Thinking Introverts explained

What is a thinking introvert?

Introversion generally refers to the preference to focus on internal thoughts and emotions whereas extroverts focus on the external environment. Psychologists Jennifer Grimes, Jonathan Cheek and Julia Norem did research that broke introversion into four main types: social introverts, anxious introvert, restrained introvert and thinking introvert. We will do a deep dive into thinking introverts.

5 Traits of a Thinking Introvert

1. They are introspective

Thinking Introversion correlates with Introspectiveness (Fenigstein, Scheier, & Buss, 1975; Guilford, 1959). People who are introspective reflect on their thoughts, emotions and memories and examine what they mean.

Thinking introverts are often lost in their own thoughts, making them seem absent-minded. They are obsessed with ensuring the reliability of their own thoughts. When they receive new information, they will check whether the new data is consistent with their prevailing beliefs and mental model of how things work. If not, they will critically examine the new information and refine and edit their thoughts if necessary.

For example, a thinking introvert may have a mental model that all small cats are black. When he sees a tiny cat that is white, he will have to check with himself why that may be the case, and update his understanding of cats. This is a contrived example, but such introversion can extend to far more complex thoughts.

Furthermore, thinking introverts also examine their emotions in great detail. Whenever an event happens to them, they observe how they feel about the event. Overtime, they develop a strong understanding of how they would feel under different circumstances.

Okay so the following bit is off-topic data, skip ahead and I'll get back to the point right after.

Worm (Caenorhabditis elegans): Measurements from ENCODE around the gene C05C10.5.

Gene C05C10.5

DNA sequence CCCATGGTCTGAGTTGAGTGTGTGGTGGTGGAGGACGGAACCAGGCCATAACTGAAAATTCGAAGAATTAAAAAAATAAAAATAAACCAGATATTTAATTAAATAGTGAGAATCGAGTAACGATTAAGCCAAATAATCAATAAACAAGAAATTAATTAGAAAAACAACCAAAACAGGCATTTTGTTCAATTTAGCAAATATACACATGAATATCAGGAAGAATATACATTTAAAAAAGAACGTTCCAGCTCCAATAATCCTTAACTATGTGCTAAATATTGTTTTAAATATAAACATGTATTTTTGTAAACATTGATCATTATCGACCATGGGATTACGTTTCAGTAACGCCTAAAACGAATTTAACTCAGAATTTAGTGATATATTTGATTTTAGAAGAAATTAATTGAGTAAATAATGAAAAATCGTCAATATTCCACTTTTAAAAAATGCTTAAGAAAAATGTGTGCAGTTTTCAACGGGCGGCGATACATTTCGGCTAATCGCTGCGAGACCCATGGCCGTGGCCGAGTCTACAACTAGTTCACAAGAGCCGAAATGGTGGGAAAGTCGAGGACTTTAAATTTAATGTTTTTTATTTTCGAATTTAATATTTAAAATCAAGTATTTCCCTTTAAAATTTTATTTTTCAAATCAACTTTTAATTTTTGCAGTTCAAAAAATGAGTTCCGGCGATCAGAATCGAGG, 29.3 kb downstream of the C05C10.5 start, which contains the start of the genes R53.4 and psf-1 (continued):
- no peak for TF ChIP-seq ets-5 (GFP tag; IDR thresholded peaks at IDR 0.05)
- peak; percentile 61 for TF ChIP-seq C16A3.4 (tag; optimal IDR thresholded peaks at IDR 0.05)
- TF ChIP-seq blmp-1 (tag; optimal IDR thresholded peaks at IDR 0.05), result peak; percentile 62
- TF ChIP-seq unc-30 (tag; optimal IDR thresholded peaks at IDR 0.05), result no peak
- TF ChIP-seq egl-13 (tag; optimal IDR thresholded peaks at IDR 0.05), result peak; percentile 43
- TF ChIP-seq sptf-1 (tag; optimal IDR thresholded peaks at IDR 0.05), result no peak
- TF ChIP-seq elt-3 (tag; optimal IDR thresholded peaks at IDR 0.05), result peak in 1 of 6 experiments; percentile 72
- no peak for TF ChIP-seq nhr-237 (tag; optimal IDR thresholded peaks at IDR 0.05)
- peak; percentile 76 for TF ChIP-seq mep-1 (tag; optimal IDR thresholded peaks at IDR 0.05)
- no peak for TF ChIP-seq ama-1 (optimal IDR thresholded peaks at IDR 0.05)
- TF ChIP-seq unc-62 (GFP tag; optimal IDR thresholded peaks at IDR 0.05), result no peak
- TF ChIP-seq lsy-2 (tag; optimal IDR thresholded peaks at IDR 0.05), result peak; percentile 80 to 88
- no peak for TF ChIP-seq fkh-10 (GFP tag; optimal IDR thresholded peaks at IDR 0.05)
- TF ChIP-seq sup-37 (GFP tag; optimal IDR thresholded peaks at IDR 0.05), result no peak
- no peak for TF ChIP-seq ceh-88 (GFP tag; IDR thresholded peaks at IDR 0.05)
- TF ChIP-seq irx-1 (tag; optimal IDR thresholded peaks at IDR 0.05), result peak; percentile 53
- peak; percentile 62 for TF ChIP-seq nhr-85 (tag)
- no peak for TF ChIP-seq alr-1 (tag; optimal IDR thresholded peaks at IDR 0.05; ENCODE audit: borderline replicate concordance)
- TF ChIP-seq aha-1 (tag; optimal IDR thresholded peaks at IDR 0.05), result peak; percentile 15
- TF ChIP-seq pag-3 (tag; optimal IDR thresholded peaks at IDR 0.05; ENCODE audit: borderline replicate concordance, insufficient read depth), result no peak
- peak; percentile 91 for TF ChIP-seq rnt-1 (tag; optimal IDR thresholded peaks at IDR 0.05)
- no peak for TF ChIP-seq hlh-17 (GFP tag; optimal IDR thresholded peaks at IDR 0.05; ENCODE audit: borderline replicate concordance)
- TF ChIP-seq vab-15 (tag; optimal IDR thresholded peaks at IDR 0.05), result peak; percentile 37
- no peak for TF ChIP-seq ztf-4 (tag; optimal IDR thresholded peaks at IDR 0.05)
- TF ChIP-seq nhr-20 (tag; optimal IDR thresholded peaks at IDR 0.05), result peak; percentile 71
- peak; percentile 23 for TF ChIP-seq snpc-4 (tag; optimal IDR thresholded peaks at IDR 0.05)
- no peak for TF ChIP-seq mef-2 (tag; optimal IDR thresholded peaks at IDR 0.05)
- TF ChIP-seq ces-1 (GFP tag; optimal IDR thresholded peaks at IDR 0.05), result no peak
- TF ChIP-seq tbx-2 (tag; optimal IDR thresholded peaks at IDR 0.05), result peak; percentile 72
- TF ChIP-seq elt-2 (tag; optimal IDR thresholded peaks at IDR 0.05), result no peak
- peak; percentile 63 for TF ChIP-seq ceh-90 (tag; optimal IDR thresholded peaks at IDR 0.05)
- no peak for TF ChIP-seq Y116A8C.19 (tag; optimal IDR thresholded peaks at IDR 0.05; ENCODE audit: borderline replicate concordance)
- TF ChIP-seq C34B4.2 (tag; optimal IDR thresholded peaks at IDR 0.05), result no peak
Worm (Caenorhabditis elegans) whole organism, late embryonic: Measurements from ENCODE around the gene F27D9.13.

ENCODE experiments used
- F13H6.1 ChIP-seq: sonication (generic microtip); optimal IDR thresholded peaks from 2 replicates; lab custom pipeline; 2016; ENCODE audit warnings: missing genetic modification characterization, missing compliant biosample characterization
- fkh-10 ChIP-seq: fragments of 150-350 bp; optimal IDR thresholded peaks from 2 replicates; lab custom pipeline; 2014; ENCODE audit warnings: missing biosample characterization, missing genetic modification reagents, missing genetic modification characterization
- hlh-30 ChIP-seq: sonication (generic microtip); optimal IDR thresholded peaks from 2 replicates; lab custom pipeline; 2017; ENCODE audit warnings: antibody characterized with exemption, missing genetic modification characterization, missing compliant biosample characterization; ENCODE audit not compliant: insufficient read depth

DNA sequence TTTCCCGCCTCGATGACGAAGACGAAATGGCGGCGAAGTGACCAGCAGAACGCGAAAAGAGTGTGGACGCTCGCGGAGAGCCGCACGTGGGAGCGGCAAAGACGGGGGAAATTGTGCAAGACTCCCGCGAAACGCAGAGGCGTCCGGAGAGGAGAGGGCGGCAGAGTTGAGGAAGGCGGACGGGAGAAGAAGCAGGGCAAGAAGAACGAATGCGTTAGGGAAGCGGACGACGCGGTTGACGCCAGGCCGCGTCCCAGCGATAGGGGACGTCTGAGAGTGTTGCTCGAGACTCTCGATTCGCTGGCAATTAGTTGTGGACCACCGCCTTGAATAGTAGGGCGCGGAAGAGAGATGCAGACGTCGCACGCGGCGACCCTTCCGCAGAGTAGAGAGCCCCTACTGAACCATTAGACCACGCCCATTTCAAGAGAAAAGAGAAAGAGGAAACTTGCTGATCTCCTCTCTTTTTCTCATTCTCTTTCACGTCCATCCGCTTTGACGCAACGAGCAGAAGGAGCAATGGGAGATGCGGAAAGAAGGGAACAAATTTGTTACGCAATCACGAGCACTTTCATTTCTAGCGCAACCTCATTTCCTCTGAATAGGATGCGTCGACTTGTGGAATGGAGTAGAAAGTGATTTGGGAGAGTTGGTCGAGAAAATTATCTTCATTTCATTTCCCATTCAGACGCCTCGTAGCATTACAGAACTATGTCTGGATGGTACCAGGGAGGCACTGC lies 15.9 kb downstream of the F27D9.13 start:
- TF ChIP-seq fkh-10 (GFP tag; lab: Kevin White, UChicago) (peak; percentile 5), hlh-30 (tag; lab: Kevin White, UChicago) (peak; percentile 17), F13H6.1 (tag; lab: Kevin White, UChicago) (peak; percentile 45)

For example, a thinking introvert may feel guilt whenever he says something that hurts someone. Overtime, he learns not to engage in certain behavior.

Moreover, thinking introverts also constantly replay events that happened in the past in their heads. By reliving their memories they attempt to find a pattern in past events, which would give them knowledge to tackle future problems.

For example, a thinking introvert, via examining past memories of visiting a basketball court, may notice that the court is always empty at a certain time, and thus he may decide to use the court during that time in future.

Due to the time they spend in their heads, thinking introverts usually seem absent-minded to others. They may spend less time socializing and spend more time pondering their thoughts, emotions and memories.

2. They imagine themselves in fictional scenarios

Thinking Introversion correlates with Fantasy subscale of the Interpersonal Reactivity Index (Davis, 1983). The fantasy (FS) scale measures the tendency to imaginatively transpose oneself into fictional situations. When watching a movie or reading a book, a thinking introvert may envision how he would feel or act if he were in a similar situation.

Hence, thinking introverts usually enjoy spending alone time reading or watching tv shows and movies as they are able to escape into a richer alternate reality.